The California drought worsens

Staff Writer
Over the past four years, California has witnessed its worst drought in history. On Wednesday, April 1, California Governor Jerry Brown ordered mandatory water use reductions for the first time in the state’s history. This move came just weeks after Jay Famiglietti, NASA’s top hydrologist and UC Irvine professor, stated that California had only a year’s worth of water supply left in its reservoirs. Brown ordered the State Water Resources Control Board (SWRCB) to impose a 25% reduction on California’s local water supply agencies. These agencies are responsible for cutting down and monitoring water usage. The cutbacks on water usage affect homeowners, farms and businesses, and also maintenance of golf courses and cemeteries. Californians are, as a result, cutting down on shower duration, car washes and the watering of lawns and gardens. According to the U.S. Geological Survey (USGS), a single Californian currently uses about 181 gallons of water each day. Since the state had difficulty reaching the 20% reduction goal Brown set in January 2014, measures such as fines could be enforced to ensure compliance this time around.
This past winter, California experienced record-low snowfalls. California’s snowpack is critical to the water system. Water from the snow is stored in the winter and released during the summer. The shortage of snow, and therefore of water, hinders farming production and makes everyday tasks for people difficult. When addressing the drought, House Majority Leader and California Republican Kevin McCarthy said, “The current drought in California is devastating. Today’s order from the governor should not only alarm Californians, but the entire nation should take notice that the most productive agriculture state in the country has entered uncharted territory.” About 98% of California is suffering from abnormally dry conditions, and 41% is categorized as in an exceptional drought according to the U.S. Drought Monitor.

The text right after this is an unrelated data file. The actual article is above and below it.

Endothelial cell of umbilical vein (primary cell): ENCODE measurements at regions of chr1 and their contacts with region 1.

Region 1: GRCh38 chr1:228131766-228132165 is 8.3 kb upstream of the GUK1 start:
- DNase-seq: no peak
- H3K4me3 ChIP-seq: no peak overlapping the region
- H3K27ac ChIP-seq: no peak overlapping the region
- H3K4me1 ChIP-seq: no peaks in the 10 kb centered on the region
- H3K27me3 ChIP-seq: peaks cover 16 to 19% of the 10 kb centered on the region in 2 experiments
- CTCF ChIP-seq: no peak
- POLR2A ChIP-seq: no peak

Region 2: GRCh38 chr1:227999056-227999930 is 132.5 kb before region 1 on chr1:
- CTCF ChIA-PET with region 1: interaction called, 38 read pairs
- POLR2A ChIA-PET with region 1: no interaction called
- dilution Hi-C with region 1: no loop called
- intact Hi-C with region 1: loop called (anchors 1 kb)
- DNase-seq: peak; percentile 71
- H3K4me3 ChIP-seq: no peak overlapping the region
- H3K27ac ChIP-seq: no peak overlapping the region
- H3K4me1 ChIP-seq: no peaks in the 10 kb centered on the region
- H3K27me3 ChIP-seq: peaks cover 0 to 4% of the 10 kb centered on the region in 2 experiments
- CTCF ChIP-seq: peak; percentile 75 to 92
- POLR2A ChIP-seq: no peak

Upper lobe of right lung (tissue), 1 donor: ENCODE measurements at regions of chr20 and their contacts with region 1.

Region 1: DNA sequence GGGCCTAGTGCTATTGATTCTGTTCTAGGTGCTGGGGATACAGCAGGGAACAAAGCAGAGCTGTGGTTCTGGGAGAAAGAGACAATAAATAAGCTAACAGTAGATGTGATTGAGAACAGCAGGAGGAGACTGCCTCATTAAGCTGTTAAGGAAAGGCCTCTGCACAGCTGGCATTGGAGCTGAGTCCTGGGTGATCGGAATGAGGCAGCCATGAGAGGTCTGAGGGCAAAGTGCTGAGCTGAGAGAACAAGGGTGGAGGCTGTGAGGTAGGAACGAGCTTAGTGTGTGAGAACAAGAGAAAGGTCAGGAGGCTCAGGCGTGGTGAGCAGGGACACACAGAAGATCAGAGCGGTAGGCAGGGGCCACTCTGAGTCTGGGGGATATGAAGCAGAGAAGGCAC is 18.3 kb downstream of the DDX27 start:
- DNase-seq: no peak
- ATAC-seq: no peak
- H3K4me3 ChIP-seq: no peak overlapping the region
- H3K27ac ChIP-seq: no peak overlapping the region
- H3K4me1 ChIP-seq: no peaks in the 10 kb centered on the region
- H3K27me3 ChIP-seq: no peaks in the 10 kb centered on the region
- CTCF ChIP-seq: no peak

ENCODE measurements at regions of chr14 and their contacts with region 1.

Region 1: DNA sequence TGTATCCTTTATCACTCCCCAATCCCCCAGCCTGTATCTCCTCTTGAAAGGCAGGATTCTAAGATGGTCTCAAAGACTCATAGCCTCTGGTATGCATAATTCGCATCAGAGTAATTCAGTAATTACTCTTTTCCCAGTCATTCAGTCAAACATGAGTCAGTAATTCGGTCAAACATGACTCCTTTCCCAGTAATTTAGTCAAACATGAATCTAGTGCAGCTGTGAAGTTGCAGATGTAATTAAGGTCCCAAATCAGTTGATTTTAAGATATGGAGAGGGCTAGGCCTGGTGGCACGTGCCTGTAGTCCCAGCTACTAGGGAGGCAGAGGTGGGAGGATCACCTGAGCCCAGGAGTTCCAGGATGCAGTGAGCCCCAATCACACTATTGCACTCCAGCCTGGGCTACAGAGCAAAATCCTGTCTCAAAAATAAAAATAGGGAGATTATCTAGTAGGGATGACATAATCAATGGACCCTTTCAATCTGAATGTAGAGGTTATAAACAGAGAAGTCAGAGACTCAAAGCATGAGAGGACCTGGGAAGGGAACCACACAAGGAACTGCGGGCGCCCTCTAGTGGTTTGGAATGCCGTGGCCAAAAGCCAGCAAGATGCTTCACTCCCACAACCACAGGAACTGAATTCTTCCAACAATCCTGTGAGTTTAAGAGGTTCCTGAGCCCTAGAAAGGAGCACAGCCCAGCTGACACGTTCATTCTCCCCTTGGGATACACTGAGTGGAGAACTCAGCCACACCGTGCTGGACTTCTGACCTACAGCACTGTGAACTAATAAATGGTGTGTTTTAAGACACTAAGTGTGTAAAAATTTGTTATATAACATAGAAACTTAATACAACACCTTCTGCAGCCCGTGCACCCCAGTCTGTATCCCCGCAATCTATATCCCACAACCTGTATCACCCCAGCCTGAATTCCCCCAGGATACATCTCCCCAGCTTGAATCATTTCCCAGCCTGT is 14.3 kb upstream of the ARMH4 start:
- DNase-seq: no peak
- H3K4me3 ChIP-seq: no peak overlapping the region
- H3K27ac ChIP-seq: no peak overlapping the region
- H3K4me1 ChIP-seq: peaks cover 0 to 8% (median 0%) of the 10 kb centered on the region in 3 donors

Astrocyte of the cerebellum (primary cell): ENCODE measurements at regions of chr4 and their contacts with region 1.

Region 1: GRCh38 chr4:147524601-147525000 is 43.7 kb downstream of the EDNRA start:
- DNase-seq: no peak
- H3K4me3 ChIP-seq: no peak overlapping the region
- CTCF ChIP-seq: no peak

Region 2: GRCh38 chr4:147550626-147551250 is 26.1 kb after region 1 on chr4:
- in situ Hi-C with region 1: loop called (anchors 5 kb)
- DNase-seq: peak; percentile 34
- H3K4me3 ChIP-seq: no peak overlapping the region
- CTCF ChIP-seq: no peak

On March 17th, 2015, SWRCB adopted an “expanded drought-related emergency regulation to ensure water suppliers, their customers and state residents increase water conservation in urban settings.” One of its prohibitions prevents restaurants and food establishments from providing water to customers without their request beforehand. The Irvine Ranch Water District (IRWD) has kicked off a campaign promoting the reduction of water usage outdoors, which can account for 60% of residential water use. IRWD offers ways to save water and money with tips on their website, at